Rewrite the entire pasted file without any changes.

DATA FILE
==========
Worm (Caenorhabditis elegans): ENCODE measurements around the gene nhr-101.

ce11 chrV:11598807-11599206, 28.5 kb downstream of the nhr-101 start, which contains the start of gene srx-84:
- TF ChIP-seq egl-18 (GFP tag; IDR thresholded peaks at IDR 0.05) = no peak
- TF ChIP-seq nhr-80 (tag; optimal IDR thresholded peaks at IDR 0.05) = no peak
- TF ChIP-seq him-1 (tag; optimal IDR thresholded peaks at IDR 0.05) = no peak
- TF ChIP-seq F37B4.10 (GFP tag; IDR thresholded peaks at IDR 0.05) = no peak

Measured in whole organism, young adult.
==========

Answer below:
Worm (Caenorhabditis elegans): ENCODE measurements around the gene nhr-101.

ce11 chrV:11598807-11599206, 28.5 kb downstream of the nhr-101 start, which contains the start of gene srx-84:
- TF ChIP-seq egl-18 (GFP tag; IDR thresholded peaks at IDR 0.05) = no peak
- TF ChIP-seq nhr-80 (tag; optimal IDR thresholded peaks at IDR 0.05) = no peak
- TF ChIP-seq him-1 (tag; optimal IDR thresholded peaks at IDR 0.05) = no peak
- TF ChIP-seq F37B4.10 (GFP tag; IDR thresholded peaks at IDR 0.05) = no peak

Measured in whole organism, young adult.